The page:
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This Technical Information Bulletin was prepared following a consumer complaint that undissolved calcium hypochlorite caused pitting on the surface of a commercial concrete pool shell.

As is well known, calcium hypochlorite (and, for that matter, all chlorine- and bromine-based pool sanitisers) can cause bleaching of vinyl liners and some painted surfaces if left lying undissolved on the floor of a pool. This is why pre-dissolution advice is mandatory on all labels for calcium hypochlorite. Notwithstanding this, undissolved calcium hypochlorite cannot cause pitting in a concrete pool. At worst, it may discolour the painted surface and/or cause calcium carbonate "scale" to form on the surface. Whereas the former may require the surface to be repainted, the latter can usually be removed simply by using a product like BioGuard Scale Inhibitor.

So what causes pitting and etching in concrete or plaster installations? Apart from general "wear and tear" over a long period of operation, the culprits are (i) low pH, (ii) low total alkalinity (TA), (iii) low calcium hardness and (iv) some species of algae.(1) To understand why this is, remember that concrete is essentially a collection of calcium salts, including calcium oxide (CaO) and calcium carbonate (CaCO3). In the case of low pH and low TA, the water in contact with the concrete becomes extremely acidic, dissolving the calcium salts and etching the surface. In the case of low calcium hardness, the body of water seeks a source of calcium to establish equilibrium. In the absence of added calcium, it dissolves calcium from the concrete, again etching the surface. In the case of algae, some species actually feed on calcium carbonate, roughening concrete surfaces and causing pitting.

Undissolved calcium hypochlorite would, in fact, have acted against pitting on all four counts. Firstly, it has a very high pH (11.8). Secondly, it contributes to raising the total alkalinity, not lowering it. Thirdly, it is obviously a source of calcium, so the water should not need to obtain any additional calcium from the concrete surface. Finally, the high concentration of hypochlorite at the site of the undissolved material would kill any algae it came into contact with. Indeed, it is interesting to note that the National Spa and Pool Institute (NSPI) in the US actually recommends treating black spot algae stains by rubbing the affected area with a slurry of calcium hypochlorite.(2) Clearly, such advice would never have been given if pitting were a problem.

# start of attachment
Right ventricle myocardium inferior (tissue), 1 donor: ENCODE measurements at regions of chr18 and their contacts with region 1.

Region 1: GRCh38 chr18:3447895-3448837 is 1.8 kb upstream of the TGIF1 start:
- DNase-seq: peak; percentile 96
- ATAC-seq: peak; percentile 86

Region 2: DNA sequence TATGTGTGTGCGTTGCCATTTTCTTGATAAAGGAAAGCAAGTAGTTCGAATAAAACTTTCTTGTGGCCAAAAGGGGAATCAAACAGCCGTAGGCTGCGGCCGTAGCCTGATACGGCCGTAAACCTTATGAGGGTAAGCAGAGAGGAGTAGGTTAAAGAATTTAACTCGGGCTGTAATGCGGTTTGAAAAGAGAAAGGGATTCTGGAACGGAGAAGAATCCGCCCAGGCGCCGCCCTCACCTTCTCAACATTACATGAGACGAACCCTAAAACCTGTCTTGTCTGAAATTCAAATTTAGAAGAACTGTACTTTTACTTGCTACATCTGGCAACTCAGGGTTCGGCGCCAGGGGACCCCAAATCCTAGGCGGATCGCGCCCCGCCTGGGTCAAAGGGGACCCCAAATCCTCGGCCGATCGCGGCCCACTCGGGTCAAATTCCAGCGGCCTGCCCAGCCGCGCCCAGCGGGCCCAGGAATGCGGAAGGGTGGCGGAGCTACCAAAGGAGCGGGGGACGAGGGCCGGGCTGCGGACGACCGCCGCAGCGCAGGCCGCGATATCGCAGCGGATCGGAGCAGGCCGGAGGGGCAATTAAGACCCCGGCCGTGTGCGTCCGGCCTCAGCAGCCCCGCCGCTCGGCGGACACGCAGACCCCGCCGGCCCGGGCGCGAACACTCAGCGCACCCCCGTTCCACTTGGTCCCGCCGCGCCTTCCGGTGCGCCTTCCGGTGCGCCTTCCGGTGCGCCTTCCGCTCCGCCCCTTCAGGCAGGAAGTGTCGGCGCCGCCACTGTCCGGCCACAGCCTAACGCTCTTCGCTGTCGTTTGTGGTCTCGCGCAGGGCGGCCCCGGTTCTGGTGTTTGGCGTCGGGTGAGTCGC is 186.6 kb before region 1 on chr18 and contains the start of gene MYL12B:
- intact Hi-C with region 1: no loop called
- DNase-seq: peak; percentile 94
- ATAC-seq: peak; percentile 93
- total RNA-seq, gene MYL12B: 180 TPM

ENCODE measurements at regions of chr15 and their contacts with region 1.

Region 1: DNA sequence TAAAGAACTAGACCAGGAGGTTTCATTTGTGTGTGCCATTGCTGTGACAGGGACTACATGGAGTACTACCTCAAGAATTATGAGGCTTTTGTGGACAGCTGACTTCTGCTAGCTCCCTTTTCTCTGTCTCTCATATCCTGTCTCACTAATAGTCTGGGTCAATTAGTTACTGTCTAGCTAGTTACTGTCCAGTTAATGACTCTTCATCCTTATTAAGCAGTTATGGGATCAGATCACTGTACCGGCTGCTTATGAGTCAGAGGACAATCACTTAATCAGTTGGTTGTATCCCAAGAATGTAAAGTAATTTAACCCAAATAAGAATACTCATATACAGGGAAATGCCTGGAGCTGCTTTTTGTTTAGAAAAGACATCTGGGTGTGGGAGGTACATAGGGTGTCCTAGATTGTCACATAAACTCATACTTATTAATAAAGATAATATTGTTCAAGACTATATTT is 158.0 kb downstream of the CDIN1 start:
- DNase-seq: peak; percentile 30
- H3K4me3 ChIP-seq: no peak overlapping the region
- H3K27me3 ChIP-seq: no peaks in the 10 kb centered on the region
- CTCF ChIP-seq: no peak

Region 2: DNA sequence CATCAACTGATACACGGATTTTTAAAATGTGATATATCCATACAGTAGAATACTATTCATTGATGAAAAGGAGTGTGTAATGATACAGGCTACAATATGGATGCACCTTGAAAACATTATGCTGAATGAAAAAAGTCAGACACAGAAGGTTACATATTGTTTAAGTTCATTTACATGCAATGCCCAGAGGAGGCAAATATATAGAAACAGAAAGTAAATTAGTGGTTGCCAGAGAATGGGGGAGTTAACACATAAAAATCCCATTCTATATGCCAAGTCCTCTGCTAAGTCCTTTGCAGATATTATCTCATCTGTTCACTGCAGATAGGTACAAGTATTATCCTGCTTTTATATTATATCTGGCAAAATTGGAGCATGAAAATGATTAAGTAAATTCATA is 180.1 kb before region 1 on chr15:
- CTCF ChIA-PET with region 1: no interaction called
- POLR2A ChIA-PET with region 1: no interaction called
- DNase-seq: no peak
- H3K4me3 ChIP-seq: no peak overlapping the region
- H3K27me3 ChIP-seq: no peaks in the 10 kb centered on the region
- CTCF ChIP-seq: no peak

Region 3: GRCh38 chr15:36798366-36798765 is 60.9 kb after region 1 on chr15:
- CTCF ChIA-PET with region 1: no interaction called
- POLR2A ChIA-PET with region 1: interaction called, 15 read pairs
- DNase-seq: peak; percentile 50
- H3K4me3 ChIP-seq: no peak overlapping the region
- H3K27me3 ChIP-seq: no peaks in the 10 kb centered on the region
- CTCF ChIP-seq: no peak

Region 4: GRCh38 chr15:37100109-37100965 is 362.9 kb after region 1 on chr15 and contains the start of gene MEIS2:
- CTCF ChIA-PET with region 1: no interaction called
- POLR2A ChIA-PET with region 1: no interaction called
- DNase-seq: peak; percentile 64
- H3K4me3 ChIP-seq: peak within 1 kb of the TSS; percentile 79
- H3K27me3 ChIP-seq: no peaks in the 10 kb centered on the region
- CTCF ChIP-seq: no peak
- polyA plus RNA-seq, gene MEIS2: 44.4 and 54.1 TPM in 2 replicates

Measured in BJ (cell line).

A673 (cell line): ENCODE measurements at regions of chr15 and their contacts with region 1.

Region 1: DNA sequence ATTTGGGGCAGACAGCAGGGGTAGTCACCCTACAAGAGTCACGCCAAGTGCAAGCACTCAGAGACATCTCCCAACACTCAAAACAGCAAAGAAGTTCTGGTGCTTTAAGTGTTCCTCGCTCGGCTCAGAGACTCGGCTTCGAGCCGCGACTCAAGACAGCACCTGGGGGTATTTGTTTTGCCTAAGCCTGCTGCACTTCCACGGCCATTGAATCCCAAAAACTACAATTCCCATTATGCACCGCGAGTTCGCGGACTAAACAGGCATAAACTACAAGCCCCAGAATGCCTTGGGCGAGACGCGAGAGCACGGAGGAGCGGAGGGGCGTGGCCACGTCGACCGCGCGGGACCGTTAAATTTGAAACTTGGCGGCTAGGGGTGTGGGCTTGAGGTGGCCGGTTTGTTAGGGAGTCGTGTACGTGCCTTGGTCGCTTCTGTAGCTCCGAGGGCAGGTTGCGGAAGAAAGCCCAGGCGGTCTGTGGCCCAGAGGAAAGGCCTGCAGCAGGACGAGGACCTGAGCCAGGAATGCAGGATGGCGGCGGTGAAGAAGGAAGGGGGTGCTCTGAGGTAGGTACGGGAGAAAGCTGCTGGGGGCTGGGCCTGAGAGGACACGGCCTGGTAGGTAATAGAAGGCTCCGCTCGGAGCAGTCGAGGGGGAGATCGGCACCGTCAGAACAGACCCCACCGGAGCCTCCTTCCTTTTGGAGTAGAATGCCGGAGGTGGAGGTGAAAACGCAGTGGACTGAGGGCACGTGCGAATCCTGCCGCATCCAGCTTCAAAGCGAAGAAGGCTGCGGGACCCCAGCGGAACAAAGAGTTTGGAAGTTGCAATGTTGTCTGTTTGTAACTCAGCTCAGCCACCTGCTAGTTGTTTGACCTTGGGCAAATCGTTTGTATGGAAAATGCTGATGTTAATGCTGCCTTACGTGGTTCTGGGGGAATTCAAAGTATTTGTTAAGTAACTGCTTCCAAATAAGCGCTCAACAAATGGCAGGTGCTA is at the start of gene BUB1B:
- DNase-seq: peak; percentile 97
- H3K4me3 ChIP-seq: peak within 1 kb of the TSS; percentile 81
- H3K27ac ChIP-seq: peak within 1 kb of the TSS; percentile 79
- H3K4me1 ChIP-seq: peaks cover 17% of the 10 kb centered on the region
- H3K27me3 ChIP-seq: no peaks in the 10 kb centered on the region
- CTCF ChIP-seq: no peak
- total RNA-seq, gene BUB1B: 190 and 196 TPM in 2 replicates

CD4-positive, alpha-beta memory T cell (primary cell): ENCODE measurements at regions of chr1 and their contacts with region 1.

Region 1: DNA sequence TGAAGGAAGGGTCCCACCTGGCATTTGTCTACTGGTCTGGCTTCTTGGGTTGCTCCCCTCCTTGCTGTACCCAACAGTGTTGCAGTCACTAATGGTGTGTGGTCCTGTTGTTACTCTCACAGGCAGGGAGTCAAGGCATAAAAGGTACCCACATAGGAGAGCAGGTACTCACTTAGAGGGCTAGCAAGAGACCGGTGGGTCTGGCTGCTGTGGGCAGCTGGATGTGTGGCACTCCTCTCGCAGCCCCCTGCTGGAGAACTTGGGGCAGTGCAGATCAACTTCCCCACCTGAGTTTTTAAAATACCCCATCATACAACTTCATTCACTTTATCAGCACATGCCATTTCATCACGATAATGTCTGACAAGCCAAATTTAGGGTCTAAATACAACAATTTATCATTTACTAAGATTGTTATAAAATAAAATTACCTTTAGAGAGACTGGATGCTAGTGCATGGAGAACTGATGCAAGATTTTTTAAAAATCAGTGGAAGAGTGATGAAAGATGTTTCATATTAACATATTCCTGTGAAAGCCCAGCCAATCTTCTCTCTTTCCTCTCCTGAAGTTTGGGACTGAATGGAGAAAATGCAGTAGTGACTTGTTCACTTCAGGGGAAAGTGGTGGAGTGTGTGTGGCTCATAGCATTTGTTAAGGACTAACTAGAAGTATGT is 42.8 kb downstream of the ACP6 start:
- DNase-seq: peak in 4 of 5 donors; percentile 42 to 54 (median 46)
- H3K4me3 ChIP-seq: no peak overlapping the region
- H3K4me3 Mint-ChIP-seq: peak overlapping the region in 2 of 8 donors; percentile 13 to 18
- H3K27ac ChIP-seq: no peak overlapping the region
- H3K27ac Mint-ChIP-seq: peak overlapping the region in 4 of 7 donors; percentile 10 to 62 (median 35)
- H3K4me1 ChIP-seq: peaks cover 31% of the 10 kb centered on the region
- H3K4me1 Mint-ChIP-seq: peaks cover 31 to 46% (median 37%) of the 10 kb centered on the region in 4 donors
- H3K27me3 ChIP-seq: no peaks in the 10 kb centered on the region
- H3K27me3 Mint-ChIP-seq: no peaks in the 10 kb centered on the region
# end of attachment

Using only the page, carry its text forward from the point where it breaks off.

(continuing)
Now whereas calcium hypochlorite and other alkaline sanitisers will not cause pitting in a concrete pool, undissolved acidic sanitisers are another matter entirely. This is particularly the case with trichloroisocyanuric acid-based products, although BCDMH tablets are also a candidate. These products not only have a low pH, they are also lacking in calcium. It is therefore essential that trichlor or bromine tablets never be dropped directly into the pool. Always use a floater, feeder or, if applicable, the skimmer. Never pour a granular trichlor product like BioGuard Power Chlor into the pool - add it through the skimmer as directed. Finally, always maintain proper water balance, ensuring that pH, TA and calcium hardness do not fall below recommended levels.

References
1. National Spa and Pool Institute, "Basic Pool and Spa Technology", 2nd edition, NSPI, Alexandria VA, 1992, p. 60.
2. National Spa and Pool Institute, Reference 1, p. 48.

The above information is supplied by Bio-Lab and represents its best interpretation of available technical information at the time of preparation. The sole purpose is to supply factual information to Bio-Lab customers. It is not to be taken out of context nor used as support for any other claim not made herein.
TIB No. BG-077
Site maintained by Greg O'Connell
Last update: 30 April 2003